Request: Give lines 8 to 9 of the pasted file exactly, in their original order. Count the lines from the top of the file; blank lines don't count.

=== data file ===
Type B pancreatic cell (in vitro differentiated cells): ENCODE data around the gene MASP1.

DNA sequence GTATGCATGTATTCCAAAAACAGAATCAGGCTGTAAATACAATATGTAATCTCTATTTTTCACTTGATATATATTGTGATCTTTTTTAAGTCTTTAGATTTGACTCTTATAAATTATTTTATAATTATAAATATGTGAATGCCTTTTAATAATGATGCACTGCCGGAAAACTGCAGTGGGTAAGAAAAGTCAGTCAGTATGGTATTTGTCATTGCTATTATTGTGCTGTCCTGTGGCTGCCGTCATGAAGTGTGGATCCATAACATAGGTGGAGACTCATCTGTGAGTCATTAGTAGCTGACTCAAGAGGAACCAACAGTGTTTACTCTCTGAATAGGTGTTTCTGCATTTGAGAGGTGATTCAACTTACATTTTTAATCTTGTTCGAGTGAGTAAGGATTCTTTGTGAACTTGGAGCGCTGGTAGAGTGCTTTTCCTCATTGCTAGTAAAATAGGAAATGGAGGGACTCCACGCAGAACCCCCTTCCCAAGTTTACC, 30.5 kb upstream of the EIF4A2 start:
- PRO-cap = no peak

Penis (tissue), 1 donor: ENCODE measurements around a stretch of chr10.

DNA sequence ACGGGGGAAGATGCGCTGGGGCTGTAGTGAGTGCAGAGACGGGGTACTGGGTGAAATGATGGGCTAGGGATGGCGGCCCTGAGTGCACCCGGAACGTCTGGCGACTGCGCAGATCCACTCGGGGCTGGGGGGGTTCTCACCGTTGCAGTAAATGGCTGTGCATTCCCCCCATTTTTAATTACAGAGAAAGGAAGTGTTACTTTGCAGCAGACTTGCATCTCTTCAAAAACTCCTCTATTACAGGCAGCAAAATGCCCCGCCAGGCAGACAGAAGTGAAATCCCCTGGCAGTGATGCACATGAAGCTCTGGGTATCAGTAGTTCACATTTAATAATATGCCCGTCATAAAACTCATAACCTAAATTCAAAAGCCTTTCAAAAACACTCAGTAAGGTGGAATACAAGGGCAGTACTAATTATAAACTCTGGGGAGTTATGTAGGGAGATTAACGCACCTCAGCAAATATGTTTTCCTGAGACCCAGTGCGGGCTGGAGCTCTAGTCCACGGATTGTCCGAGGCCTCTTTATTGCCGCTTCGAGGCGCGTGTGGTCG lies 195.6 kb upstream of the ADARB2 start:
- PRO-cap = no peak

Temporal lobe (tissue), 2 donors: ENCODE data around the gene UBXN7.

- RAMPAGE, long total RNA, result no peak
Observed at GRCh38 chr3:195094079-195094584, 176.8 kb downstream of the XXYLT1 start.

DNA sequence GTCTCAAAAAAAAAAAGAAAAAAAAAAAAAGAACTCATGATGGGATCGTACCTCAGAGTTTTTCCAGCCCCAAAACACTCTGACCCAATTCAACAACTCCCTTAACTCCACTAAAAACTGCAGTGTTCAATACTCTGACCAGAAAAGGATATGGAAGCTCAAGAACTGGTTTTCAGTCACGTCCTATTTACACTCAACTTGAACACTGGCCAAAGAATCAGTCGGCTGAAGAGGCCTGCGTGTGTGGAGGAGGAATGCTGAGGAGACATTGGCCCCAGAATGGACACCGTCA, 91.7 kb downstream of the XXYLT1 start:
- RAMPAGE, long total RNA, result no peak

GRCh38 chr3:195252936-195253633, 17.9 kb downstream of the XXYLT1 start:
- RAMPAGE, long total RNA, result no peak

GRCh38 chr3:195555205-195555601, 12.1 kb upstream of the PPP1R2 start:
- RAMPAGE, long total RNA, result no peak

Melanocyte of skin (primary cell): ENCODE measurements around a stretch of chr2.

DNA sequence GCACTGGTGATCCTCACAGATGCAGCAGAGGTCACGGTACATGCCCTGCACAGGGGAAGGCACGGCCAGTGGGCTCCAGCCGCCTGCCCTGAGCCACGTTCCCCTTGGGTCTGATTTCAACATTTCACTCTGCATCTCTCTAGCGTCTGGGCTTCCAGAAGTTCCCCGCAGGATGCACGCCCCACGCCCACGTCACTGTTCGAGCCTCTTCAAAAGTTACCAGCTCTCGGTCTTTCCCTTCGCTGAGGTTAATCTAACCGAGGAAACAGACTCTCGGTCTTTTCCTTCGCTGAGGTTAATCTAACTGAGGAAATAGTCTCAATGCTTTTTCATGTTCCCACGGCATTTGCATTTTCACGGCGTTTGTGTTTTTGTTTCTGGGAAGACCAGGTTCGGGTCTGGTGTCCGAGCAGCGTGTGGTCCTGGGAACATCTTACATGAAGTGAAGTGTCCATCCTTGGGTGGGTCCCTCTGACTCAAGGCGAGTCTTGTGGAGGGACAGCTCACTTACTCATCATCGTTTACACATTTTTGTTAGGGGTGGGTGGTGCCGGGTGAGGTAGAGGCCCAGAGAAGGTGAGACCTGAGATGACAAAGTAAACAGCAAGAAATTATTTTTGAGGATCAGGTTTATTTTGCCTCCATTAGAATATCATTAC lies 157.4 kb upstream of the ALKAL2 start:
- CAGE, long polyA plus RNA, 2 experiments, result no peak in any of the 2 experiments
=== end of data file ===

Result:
- RAMPAGE, long total RNA, result no peak
Observed at GRCh38 chr3:195094079-195094584, 176.8 kb downstream of the XXYLT1 start.